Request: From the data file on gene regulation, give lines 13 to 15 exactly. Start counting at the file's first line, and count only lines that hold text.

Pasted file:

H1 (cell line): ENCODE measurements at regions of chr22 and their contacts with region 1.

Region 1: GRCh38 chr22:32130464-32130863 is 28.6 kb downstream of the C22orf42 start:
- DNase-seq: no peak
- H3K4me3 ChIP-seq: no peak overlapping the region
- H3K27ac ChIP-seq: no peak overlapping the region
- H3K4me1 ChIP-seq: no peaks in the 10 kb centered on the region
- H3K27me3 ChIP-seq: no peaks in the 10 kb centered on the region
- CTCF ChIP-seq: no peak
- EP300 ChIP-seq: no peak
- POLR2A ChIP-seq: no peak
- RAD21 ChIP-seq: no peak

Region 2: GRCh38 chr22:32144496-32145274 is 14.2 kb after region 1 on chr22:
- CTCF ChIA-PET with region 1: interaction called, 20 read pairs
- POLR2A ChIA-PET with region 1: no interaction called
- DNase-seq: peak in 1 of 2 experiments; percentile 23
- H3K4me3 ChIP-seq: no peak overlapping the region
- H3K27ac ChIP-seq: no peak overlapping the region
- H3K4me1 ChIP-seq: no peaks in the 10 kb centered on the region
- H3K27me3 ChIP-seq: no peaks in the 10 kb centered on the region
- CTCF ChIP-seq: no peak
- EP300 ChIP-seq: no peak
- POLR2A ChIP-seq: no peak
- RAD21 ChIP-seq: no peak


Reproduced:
- CTCF ChIA-PET with region 1: interaction called, 20 read pairs
- POLR2A ChIA-PET with region 1: no interaction called
- DNase-seq: peak in 1 of 2 experiments; percentile 23